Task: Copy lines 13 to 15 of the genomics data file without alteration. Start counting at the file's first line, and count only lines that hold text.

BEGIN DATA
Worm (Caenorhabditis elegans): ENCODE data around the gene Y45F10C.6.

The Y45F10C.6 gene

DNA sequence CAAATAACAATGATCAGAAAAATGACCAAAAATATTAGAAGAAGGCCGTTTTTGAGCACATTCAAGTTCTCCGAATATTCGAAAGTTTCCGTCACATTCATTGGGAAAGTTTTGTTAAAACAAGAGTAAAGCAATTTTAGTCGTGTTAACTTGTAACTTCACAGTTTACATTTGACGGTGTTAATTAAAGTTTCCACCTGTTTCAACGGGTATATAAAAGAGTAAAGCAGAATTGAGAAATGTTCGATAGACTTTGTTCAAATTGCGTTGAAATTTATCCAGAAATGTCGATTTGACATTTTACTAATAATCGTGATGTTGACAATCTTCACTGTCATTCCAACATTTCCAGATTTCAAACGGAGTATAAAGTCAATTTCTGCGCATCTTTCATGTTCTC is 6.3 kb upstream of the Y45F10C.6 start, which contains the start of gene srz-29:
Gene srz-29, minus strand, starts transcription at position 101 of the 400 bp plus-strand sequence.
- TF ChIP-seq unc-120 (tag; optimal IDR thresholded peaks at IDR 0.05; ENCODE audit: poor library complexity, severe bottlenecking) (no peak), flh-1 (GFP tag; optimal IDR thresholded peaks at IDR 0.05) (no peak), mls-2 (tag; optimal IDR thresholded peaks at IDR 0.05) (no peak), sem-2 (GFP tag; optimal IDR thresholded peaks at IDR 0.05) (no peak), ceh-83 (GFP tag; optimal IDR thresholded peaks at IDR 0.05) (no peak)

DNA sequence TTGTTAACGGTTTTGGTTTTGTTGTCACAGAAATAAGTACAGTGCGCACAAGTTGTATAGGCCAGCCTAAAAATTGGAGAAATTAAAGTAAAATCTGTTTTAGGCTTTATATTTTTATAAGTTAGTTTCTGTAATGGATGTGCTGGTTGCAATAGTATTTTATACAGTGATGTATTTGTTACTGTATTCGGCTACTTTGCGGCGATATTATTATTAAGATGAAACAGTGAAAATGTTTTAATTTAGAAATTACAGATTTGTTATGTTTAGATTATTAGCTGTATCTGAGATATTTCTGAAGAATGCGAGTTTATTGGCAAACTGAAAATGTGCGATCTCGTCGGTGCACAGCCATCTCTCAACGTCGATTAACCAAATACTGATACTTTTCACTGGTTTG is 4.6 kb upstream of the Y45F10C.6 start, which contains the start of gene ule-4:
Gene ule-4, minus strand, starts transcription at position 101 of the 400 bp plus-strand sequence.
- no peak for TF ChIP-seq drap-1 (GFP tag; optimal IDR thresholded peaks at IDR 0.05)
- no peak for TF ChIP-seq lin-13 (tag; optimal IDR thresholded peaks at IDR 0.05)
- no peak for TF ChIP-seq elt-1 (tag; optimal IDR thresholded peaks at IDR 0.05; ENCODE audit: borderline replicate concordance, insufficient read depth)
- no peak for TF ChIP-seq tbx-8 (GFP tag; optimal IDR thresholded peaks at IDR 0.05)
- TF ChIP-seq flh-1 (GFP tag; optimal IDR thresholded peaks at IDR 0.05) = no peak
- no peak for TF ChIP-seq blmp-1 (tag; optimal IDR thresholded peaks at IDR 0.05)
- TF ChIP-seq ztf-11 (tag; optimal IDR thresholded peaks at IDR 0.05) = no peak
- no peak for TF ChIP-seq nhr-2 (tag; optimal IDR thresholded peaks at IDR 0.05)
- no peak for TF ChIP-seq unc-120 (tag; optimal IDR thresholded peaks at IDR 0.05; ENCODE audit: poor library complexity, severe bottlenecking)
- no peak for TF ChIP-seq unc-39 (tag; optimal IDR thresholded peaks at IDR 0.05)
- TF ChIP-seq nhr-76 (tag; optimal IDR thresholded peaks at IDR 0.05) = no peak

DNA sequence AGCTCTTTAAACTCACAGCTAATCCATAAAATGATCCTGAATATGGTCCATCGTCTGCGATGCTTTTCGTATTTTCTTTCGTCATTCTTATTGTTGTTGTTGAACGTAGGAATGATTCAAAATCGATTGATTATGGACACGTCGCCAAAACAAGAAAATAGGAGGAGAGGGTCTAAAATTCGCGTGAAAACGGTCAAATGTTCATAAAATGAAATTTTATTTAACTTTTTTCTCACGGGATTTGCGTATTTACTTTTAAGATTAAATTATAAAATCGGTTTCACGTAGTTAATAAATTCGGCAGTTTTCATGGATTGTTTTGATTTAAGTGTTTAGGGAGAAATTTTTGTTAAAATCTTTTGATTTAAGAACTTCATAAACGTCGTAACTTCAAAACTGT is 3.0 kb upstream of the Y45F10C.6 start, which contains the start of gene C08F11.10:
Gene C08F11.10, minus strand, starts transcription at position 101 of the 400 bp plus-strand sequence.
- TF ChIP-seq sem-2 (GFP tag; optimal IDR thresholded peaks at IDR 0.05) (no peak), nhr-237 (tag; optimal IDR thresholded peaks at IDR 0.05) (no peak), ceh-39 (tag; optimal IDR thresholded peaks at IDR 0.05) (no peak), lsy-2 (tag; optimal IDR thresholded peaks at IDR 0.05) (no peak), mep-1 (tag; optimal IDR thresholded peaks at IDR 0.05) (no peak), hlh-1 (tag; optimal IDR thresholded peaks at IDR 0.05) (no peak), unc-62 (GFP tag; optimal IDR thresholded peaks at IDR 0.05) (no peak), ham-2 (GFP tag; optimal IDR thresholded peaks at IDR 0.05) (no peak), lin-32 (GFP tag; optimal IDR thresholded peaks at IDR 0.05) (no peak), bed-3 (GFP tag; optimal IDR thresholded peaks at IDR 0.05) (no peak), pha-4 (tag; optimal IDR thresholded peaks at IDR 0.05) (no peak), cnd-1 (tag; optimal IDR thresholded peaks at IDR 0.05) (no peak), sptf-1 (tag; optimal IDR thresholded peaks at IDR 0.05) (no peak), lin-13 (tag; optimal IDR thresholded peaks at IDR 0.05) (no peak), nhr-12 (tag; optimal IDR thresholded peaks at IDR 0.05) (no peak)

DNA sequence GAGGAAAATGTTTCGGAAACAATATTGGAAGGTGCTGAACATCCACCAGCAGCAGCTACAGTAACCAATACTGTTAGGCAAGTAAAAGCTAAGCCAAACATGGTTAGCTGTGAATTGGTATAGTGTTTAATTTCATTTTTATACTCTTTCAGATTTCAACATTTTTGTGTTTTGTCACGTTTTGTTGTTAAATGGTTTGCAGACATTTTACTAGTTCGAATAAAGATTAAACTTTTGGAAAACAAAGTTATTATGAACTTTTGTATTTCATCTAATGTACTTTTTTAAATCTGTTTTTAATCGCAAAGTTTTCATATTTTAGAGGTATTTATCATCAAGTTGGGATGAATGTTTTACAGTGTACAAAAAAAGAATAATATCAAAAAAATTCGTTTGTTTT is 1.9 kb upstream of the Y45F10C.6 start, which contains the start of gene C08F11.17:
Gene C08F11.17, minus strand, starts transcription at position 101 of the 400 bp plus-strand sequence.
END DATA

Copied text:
- no peak for TF ChIP-seq blmp-1 (tag; optimal IDR thresholded peaks at IDR 0.05)
- TF ChIP-seq ztf-11 (tag; optimal IDR thresholded peaks at IDR 0.05) = no peak
- no peak for TF ChIP-seq nhr-2 (tag; optimal IDR thresholded peaks at IDR 0.05)